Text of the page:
Local Mobile Gene Pools Rapidly Cross Species Boundaries To Create within Global Vibrio cholerae Populations
Author(s)Boucher, Yan; Cordero Sanchez, Otto Xavier; Takemura, Alison Francesca; Hunt, Dana E.; Schliep, Klaus; Bapteste, Eric; Lopez, Philippe; Tarr, Cheryl L.; Polz, Martin F.; ... Show more Show less
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Vibrio cholerae represents both an environmental pathogen and a widely distributed microbial species comprised of closely related strains occurring in the tropical to temperate coastal ocean across the globe (Colwell RR, Science 274:2025–2031, 1996; Griffith DC, Kelly-Hope LA, Miller MA, Am. J. Trop. Med. Hyg. 75:973–977, 2006; Reidl J, Klose KE, FEMS Microbiol. Rev. 26:125–139, 2002). However, although this implies dispersal and growth across diverse environmental conditions, how locally successful populations assemble from a possibly global gene pool, relatively unhindered by geographic boundaries, remains poorly understood. Here, we show that environmental Vibrio cholerae possesses two, largely distinct gene pools: one is vertically inherited and globally well mixed, and the other is local and rapidly transferred across species boundaries to generate an endemic population structure. While phylogeographic analysis of isolates collected from Bangladesh and the U.S. east coast suggested strong panmixis for protein-coding genes, there was geographic structure in integrons, which are the only genomic islands present in all strains of V. cholerae (Chun J, et al., Proc. Natl. Acad. Sci. U. S. A. 106:15442–15447, 2009) and are capable of acquiring and expressing mobile gene cassettes. Geographic differentiation in integrons arises from high gene turnover, with acquisition from a locally cooccurring sister species being up to twice as likely as exchange with conspecific but geographically distant V. cholerae populations.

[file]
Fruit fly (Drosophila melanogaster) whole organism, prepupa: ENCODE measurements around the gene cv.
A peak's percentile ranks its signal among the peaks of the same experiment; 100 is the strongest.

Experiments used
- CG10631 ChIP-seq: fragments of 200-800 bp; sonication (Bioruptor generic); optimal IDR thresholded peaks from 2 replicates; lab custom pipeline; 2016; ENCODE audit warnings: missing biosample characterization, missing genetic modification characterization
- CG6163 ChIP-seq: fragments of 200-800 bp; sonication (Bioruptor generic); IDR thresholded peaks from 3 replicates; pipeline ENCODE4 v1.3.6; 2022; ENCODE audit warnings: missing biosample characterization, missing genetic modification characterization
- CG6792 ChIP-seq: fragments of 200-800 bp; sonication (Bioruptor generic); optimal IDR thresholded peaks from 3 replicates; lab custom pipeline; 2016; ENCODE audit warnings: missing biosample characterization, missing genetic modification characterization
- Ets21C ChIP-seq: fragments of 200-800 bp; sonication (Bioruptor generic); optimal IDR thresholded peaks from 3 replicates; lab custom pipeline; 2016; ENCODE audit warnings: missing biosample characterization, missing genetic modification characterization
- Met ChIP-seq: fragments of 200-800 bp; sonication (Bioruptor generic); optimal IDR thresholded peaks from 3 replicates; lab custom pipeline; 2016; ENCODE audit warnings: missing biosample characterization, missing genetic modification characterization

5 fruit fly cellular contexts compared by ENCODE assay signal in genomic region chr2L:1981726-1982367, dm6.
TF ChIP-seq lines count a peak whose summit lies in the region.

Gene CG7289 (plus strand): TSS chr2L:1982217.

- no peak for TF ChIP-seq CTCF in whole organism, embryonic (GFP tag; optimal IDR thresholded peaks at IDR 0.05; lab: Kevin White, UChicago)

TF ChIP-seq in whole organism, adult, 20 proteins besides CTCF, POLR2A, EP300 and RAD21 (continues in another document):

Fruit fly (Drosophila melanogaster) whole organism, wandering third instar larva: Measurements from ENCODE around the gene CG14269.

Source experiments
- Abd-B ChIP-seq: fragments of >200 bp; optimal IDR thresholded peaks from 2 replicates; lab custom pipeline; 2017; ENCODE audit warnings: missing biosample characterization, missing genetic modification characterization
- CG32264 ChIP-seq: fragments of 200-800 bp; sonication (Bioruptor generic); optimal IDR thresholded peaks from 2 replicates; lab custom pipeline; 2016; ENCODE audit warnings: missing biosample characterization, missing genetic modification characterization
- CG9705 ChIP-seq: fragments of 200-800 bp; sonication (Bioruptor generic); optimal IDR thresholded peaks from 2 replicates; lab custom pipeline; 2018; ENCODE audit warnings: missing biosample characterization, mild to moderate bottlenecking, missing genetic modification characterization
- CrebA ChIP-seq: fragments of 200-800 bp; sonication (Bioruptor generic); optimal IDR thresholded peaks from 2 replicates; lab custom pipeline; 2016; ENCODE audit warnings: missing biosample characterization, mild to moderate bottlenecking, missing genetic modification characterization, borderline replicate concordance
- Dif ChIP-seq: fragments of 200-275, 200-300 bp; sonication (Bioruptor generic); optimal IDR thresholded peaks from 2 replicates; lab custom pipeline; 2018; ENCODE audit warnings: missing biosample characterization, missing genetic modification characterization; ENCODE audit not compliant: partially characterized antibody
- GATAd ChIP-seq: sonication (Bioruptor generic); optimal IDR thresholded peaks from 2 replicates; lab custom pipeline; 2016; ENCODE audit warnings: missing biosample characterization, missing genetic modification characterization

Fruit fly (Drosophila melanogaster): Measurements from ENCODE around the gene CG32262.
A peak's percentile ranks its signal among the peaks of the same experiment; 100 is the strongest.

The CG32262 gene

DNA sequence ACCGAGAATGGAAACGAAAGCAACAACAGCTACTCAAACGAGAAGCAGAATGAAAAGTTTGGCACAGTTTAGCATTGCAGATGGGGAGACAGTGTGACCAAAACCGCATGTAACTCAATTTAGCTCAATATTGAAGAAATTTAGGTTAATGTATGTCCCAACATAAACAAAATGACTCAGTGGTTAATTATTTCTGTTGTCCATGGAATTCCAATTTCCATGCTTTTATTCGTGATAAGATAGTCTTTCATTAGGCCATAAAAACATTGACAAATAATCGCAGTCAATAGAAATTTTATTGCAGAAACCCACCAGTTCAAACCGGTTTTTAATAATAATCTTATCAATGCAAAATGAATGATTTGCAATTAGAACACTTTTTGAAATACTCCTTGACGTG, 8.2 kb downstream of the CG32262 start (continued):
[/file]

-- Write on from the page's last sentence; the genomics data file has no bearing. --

DepartmentMassachusetts Institute of Technology. Department of Biology; Massachusetts Institute of Technology. Department of Civil and Environmental Engineering
American Society for Microbiology
Boucher, Y. et al. “Local Mobile Gene Pools Rapidly Cross Species Boundaries To Create Endemicity within Global Vibrio cholerae Populations.” mBio 2 (2011): e00335-10-e00335-10.
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